Later, defendant admitted that he was driving. The police never found anybody else on scene near the vehicle. They didn’t find anybody else walking along the highway. They found nobody else on scene. They didn’t observe at the time of first observing Mr. Eldred that he was smoking anything. They didn’t find anything that would indicate on his person recent meth use. They didn’t ask when he had last consumed meth. And that is the focal point that the court looked at was the lack of timeframe of when meth had been consumed.

Again, they come upon a serious accident. Nobody’s on scene. They find somebody down the roadway just a couple of miles away that indicates that they were driving, indicates that they’re smoked up on meth. But the record is silent, the testimony was silent about when defendant had last consumed drugs.

If you have a case where your record, where your evidence, your discovery is silent as to whether or not there has been any alcohol or other impairing substances consumed post-accident, or your client specifically states that they have consumed alcohol or an impairing substance post-accident, you have a Eldred issue.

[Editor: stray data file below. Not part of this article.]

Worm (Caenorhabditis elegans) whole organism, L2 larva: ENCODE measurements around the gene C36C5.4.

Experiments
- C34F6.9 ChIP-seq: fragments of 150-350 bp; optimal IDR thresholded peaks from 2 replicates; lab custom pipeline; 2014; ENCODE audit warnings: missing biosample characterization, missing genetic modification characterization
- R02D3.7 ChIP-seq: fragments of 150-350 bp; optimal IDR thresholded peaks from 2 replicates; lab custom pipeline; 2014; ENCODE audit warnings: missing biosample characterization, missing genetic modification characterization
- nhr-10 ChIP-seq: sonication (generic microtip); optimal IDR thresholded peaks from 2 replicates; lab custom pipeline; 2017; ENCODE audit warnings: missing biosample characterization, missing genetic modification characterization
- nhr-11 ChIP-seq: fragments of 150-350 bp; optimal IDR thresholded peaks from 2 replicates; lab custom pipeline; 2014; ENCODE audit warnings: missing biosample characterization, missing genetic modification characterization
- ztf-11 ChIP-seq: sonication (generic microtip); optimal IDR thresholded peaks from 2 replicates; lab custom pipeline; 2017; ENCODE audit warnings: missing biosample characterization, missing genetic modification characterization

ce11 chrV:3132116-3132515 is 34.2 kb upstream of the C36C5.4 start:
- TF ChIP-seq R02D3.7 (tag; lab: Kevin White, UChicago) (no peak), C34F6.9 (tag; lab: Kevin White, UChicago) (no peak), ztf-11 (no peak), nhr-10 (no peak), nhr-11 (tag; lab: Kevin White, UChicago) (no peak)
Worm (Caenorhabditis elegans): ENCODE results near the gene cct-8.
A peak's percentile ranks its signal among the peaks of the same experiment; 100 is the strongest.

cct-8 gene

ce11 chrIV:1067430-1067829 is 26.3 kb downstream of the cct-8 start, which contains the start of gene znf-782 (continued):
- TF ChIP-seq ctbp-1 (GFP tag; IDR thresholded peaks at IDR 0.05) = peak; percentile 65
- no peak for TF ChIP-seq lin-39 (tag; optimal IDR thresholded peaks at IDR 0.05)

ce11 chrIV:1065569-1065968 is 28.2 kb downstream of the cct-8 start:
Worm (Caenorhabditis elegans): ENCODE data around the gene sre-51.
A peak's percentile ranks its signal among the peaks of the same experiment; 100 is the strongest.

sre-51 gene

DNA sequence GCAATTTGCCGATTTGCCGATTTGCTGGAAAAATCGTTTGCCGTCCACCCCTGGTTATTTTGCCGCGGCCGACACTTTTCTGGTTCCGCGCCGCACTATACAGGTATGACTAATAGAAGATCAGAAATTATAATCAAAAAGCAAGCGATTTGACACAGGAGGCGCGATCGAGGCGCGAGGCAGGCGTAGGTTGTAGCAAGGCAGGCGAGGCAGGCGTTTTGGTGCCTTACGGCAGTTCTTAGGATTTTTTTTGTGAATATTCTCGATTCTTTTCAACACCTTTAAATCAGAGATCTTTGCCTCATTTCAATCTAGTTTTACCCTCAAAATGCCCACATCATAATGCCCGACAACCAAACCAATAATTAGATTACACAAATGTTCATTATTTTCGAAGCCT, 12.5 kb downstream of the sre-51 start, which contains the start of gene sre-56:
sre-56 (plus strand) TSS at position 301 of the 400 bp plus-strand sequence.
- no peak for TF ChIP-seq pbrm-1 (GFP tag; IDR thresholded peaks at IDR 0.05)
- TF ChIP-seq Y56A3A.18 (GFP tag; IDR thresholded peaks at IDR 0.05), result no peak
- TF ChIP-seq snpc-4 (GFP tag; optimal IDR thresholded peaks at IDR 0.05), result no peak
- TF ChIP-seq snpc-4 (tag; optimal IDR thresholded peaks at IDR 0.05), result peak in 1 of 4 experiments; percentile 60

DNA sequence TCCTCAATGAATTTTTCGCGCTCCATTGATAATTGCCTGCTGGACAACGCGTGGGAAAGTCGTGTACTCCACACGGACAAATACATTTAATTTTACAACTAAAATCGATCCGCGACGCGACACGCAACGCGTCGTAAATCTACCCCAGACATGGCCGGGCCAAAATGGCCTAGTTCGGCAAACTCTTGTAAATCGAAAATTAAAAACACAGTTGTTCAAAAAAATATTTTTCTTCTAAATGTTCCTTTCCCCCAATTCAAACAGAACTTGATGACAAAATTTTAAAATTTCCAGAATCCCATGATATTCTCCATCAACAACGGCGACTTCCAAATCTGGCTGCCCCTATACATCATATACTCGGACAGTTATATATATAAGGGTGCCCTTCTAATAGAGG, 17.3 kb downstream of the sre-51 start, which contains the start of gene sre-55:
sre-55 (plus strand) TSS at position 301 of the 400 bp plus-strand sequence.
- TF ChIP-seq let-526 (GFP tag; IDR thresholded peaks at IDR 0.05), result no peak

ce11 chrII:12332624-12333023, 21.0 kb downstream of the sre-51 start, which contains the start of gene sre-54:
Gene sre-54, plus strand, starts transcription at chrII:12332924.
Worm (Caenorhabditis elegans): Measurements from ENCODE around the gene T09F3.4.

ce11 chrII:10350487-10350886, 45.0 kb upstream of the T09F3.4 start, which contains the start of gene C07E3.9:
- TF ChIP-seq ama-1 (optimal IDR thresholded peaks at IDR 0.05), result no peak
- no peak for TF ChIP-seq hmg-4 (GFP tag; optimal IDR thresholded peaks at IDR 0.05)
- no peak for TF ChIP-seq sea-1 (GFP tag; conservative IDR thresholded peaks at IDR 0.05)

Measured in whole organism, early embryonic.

This is worth consideration in terms of arguing this particular case because that’s what the court ultimately zeroed in on was that lack of evidence. The court after looking at this and, again, they had evidence that this person was driving because he admitted to driving. They had evidence of a bad accident, injuries to the individual that indicated he was driving. They have very serious statements from the defendant that he’s too smoked up on meth, signs and indicators of impairment. They don’t find anything on him indicating that he was smoking meth at the time that they come upon him. And there’s just no questions asked about the timing of consumption.